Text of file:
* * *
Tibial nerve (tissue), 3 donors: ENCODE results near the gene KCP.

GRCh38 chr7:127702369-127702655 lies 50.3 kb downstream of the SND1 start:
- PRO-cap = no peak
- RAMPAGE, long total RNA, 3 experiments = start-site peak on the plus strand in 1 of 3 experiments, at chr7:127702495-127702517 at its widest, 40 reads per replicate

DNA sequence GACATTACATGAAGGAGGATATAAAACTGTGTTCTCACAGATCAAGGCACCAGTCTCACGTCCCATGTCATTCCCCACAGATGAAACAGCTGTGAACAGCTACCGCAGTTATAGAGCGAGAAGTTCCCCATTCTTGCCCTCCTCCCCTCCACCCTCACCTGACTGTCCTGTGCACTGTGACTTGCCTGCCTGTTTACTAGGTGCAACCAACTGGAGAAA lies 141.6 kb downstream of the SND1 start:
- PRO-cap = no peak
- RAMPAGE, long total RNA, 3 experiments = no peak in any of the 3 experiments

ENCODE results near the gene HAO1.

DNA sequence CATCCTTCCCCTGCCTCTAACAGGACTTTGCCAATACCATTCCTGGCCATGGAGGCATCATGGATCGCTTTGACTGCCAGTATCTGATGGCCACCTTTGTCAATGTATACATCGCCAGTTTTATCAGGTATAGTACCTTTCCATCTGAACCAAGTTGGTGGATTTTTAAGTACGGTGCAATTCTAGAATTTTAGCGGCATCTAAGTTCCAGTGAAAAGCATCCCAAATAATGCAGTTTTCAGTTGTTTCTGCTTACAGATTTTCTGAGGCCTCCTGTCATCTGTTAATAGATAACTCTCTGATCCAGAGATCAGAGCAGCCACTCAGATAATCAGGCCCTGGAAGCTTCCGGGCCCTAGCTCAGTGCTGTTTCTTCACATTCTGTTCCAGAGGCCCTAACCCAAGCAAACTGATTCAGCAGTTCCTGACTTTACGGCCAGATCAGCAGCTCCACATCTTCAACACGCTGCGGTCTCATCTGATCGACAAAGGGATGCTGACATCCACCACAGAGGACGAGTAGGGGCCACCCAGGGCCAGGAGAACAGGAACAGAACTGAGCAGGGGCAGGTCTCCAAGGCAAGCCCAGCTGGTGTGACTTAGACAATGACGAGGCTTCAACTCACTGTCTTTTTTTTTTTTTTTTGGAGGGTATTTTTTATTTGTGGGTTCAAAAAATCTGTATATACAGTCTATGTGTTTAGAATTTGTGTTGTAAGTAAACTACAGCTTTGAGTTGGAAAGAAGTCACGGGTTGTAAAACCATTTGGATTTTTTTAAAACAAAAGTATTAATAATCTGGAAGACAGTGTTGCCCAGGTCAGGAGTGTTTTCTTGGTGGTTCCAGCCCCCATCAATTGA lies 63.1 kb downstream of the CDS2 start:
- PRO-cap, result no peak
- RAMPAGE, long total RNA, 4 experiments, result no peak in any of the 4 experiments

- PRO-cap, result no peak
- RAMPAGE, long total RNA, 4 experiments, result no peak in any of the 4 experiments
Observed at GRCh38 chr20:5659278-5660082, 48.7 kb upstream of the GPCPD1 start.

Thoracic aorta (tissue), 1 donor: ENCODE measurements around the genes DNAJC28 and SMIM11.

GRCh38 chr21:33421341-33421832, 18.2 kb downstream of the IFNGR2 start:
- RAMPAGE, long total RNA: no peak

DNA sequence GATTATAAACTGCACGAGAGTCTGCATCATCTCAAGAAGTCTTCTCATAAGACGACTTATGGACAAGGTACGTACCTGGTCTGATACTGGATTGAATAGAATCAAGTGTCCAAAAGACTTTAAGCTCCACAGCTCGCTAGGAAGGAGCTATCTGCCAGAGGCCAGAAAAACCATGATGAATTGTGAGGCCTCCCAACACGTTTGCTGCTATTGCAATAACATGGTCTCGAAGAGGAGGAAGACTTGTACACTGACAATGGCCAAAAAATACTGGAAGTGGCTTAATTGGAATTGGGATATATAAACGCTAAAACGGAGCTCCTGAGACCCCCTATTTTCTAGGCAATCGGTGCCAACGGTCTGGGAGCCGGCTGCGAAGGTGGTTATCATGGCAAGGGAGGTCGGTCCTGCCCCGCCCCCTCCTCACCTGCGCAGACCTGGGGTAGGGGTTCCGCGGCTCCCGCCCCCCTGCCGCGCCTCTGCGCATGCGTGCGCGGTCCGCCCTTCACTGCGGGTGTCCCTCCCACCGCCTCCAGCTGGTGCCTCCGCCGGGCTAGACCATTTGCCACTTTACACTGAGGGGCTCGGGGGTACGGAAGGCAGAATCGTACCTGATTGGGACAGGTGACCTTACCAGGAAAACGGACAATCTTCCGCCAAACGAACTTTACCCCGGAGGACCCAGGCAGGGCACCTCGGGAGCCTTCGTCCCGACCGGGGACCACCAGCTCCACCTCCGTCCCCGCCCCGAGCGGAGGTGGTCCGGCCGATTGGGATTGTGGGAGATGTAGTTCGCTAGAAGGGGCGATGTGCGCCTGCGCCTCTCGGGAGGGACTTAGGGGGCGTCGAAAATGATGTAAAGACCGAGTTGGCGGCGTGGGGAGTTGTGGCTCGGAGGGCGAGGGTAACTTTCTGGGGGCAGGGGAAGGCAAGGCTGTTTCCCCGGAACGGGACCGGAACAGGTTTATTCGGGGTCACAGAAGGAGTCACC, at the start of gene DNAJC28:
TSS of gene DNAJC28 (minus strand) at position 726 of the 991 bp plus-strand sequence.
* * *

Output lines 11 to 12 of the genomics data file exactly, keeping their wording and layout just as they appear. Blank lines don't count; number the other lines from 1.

- RAMPAGE, long total RNA, 4 experiments, result no peak in any of the 4 experiments

- PRO-cap, result no peak